When the URS was first implemented in 2013, it was envisioned as a quicker and less expensive alternative to the UDRP — which, when it went into effect in 1999, was envisioned as a quicker and less-expensive alternative to litigation. While the UDRP has proven to be the preferred option for most trademark owners to resolve domain name disputes and has resulted in tens of thousands of cases, the URS is seldom invoked. As a result, the URS has failed to gain traction and is often overlooked.
URS and UDRP by the Numbers
A review of the number of URS cases filed since 2013 demonstrates its decided lack of popularity. At the Forum (formerly the National Arbitration Forum), the leading provider of URS services, only 529 cases were filed in the past three years. By comparison, the Forum reported that it handled 1,557 UDRP disputes in just one year (2014). Other providers of the URS include the Asian Domain Name Dispute Resolution Centre (ADNDRC), which has published a grand total of 31 URS determinations, and Italy’s MFSD, which has published only six determinations. See ADNDRC URS Determinations (last visited July 12, 2016) and MFSD URS Determinations (last visited July 12, 2016).
Notably absent as a URS provider is the World Intellectual Property Organization (WIPO), which helped draft the UDRP and today handles more domain name disputes than any other entity. WIPO has criticized the URS since before its launch, stating in 2012 that the URS would be “significantly more complex than the UDRP procedurally, offering a lighter remedy (reversible on appeal), for a price target of less than a third of the UDRP. This is neither realistic nor optimal.” WIPO’s absence as a URS provider likely has contributed to its lack of popularity, at the very least because the leading domain name dispute provider is not promoting it.
A Comparison of the URS and UDRP
The URS applies to all of the so-called “new” gTLDs, that is, those launched following ICANN’s 2012 application process. It does not apply to the popular “legacy” gTLDs such as .com, although at least one country-code registry, .pw (Palau), has adopted it, and .us (United States) has adopted a variation of it. See Forum Country-code TLDs (ccTLDs), (last visited July 12, 2016). Plus, at least three of the so-called older “sponsored” TLDs — .cat, .pro, and .travel — have adopted the URS in the recent renewals of their registry agreements. See, e.g., .cat Registry Agreement, (last visited July 12, 2016). In any event, the URS is not the only dispute policy that applies to the new gTLDs, as the UDRP remains an option for those as well.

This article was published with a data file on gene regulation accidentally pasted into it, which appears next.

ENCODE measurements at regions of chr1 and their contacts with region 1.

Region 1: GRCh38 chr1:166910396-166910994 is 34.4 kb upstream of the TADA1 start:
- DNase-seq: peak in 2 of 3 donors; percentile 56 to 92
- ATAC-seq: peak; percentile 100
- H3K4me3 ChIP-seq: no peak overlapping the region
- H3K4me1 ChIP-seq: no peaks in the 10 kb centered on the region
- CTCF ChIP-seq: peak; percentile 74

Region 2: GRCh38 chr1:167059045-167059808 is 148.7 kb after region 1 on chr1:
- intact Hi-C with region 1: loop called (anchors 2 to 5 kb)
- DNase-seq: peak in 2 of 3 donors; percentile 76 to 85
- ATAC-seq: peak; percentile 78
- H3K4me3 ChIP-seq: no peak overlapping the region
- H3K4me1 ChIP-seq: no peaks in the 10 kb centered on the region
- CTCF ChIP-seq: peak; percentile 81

The substantive test for the URS is similar, but not identical, to the UDRP. To prevail in a URS proceeding, a trademark owner must prove all three of the following:
- the registered domain name is identical or confusingly similar to a word mark: (i) for which the complainant holds a valid national or regional registration and that is in current use; or (ii) that has been validated through court proceedings; or (iii) that is specifically protected by a statute or treaty in effect at the time the URS complaint is filed.
- that the registrant has no legitimate right or interest to the domain name.
- that the domain was registered and is being used in bad faith.
URS Procedure, Paragraph 1.2.6 (Mar. 1, 2013).
The key difference between the URS and the UDRP test can be found in the first element: while the UDRP applies broadly to any trademark or service mark in which the complainant has rights, the URS is much more limited.
For example, trademark owners have frequently prevailed in UDRP disputes involving common law trademarks, but unregistered marks are unacceptable in URS proceedings unless they have been “validated through court proceedings” or are protected by an applicable statute or treaty. URS Procedure, Paragraph 188.8.131.52. As a result, the URS proceeding is often unavailable to the owners of unregistered trademarks.
The larger challenges for trademark owners in bringing a URS proceeding are procedural. First, the burden of proof in a URS proceeding is “clear and convincing evidence,” as the URS is only intended for use in “clear cases of trademark abuse.” URS Procedure, Paragraph 8.5.
In contrast, prior UDRP decisions have established a much lower evidentiary standard: “The general standard of proof under the UDRP is ‘on balance’ – often expressed as the ‘balance of probabilities’ or ‘preponderance of the evidence’ standard.” See WIPO Overview of WIPO Panel Views on Selected UDRP Questions, Second Edition (last visited July 12, 2016). “Under this standard, an asserting party would typically need to establish that it is more likely than not that the claimed fact is true.” Id.
In addition to the URS’s higher burden of proof, trademark owners face a 500-word limit to any explanatory statement submitted with the complaint. See URS Procedure, Paragraph 1.2.7. In contrast, WIPO UDRP complaints may be up to 5,000 words. See World Intellectual Property Organization Supplemental Rules for Uniform Domain Name Dispute Resolution Policy, Paragraph 10 (July 31, 2015). The extremely short word limit for URS proceedings means that trademark owners will have difficulty crafting factual and legal arguments of any substance.